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1st July 2022 Newmarket

By Graham Clark

Sam Freedman has said it would give him a huge “sense of national pride” if Artorius can become the first Australian-trained horse to win the Darley July Cup at the Moët & Chandon July Festival at Newmarket after impressing in a gallop on the July Course today.

After finishing third on his first start in Britain in last month’s Group One Platinum Jubilee Stakes at Royal Ascot, the three year old son of Flying Artie will now bid to go two places better by giving his country a breakthrough success in the six-furlong Group One, which this year is worth a record £600,000.

With the sporting rivalry between Britain and Australia stretching far beyond the boundaries of horseracing, Freedman believes victory for the globetrotting colt, who he trains in partnership with his father Anthony, would be well received by those back home.

Artorious, who runs in the colours of China Horse Club, Newgate Stud Farm and Partners, is a winner at the top level back in Australia having claimed the Group One Neds Blue Diamond Stakes at Caulfield in February of last year.

The closest an Australian-trained horse has come to winning the Darley July Cup was in 2003, when Choisir finished as runner-up to Oasis Dream.

Freedman said: “There is that rivalry between Australia and England but it’s healthy and good for racing in general to have competition like this.

“There would definitely be a sense of national pride if he won, particularly as there will be a huge Australian contingency coming over for the week of the sales and races.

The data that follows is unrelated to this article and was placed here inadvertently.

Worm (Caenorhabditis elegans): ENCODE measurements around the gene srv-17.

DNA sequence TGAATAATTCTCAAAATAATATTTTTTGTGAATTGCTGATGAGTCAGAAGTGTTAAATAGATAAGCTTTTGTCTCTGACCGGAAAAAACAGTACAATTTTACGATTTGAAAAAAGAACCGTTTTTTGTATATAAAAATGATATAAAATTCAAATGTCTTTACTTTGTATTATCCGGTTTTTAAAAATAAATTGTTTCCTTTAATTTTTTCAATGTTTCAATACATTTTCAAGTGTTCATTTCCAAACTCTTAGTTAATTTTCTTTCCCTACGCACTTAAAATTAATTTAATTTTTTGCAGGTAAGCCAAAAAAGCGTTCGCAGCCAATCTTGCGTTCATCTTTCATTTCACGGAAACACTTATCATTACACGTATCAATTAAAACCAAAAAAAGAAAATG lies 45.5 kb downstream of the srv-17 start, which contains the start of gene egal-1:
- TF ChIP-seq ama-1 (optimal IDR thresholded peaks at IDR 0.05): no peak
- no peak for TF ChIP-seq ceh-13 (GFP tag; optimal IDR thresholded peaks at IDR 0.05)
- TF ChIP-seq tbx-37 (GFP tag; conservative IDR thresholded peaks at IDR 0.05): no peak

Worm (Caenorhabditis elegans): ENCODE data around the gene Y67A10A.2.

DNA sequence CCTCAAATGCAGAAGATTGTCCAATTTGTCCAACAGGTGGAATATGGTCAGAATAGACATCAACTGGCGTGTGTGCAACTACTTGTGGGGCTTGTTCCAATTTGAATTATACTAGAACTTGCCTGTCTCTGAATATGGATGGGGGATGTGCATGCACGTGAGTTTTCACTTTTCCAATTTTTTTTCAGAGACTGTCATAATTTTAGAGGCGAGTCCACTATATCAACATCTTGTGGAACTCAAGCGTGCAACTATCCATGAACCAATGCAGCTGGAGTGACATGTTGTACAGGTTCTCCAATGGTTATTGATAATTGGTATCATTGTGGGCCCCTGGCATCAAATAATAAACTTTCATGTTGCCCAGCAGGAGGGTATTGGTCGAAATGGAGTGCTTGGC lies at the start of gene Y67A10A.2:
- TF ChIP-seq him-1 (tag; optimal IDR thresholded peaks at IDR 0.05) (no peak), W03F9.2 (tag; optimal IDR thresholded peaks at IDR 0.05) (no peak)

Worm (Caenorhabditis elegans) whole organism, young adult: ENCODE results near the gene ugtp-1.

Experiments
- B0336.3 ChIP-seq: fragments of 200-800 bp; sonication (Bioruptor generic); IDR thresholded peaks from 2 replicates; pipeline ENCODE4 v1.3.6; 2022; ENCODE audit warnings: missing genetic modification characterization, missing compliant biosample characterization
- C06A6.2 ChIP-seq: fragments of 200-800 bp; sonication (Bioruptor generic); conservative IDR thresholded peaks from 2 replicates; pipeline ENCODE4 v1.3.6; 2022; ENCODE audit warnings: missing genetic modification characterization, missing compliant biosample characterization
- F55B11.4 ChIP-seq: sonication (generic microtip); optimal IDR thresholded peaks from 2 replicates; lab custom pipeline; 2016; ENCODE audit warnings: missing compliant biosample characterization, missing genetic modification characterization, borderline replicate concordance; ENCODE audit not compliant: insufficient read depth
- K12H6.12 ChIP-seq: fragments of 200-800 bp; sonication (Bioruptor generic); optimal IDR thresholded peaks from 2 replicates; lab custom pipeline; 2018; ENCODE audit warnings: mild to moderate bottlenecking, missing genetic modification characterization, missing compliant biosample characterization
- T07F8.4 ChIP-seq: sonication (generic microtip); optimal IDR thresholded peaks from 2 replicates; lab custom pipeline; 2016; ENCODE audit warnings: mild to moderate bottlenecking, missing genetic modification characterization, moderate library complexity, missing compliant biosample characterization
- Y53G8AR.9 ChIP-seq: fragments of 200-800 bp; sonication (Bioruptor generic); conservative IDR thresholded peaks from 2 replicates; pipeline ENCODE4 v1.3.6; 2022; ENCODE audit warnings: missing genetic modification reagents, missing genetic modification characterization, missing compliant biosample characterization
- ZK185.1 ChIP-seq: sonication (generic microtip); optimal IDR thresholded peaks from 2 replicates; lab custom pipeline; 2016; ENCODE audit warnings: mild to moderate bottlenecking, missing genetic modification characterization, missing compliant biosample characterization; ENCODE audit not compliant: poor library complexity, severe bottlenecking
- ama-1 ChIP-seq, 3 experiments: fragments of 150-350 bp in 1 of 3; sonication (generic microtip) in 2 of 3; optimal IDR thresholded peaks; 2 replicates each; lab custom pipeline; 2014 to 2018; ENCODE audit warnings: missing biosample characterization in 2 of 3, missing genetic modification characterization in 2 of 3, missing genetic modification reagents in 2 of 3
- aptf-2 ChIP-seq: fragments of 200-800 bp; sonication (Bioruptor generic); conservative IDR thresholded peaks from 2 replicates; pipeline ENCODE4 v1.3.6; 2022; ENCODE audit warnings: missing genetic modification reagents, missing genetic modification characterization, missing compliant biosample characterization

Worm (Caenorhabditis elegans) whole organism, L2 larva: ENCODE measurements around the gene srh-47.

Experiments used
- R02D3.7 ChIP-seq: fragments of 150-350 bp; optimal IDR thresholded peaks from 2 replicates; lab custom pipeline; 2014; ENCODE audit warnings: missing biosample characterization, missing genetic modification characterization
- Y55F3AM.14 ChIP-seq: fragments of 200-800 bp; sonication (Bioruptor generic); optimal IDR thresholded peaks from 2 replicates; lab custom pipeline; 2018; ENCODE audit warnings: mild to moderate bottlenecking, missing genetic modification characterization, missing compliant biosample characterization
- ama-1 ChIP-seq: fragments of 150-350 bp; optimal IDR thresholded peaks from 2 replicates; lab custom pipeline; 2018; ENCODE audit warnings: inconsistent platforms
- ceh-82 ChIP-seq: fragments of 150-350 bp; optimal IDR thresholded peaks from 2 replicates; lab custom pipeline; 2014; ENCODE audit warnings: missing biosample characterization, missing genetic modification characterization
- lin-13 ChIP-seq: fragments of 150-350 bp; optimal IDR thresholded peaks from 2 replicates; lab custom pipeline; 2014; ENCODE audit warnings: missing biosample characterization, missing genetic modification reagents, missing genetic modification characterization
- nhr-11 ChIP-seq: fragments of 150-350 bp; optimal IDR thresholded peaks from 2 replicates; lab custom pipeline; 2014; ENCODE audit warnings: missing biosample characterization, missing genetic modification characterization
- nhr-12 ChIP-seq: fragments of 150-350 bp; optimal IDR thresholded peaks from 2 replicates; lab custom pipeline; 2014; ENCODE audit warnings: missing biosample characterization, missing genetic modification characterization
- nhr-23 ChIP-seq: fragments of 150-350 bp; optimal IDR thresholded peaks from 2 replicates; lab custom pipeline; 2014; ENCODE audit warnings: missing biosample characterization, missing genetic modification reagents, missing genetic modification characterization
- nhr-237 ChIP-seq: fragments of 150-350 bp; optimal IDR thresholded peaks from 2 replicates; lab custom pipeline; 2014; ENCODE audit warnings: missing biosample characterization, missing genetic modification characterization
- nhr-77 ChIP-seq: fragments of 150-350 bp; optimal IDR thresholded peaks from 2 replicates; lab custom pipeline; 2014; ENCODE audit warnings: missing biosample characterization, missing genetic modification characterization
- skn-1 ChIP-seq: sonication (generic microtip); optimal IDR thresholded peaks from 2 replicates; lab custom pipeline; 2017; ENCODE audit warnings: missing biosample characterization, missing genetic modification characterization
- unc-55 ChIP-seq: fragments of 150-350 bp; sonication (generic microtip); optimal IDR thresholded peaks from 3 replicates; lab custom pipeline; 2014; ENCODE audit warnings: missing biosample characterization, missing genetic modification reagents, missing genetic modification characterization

“This horse really sums up Australian racing as he was purchased for not a lot of money (120,000 Australian dollars, around £67,500). We syndicated him among stable clients and he then won a big race and a stud got involved. He sums up how a horse can change people’s lives.

“There are people that have come over and it is the first horse they have owned so that gives you an added sense of national pride as you feel like you want him to perform well for the whole stable and the country.

“If he could win a Group One in both hemispheres it would look good on his CV.”

In order to acquaint himself with his next assignment Artorius was put through his paces by his big-race rider Jamie Spencer in a four-furlong spin at the July Course today (Friday 1st July) ahead of his return to the track on Saturday week.

Working alongside the Harry Eustace-trained Ancient Times, Artorius finished upsides his gallops companion, much to the delight of Freedman.

The trainer said: “The work went really well. They just went four furlongs and quickened up the last 400 yards. He really started to hit top gear the last 100 yards.

“A really good part of his attitude is that he never overdoes it and he conserves his energy. That was as good as I’ve seen him work for a while. He seemed to handle the track well enough.”

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Artorius (nearside) working at Newmarket today

Reflecting on his performance at the Royal meeting, Freedman was delighted with the effort which he believes not only justifies the horse staying on for the Darley July Cup but one that offers encouragement of even better to come.

Freedman, who spent two years working in Newmarket with trainer Roger Varian, said: “He put a lot into the race at Ascot and lost a little bit of weight but he put it back on a couple of days later. He bounced out of it well and he seems to be thriving at the moment.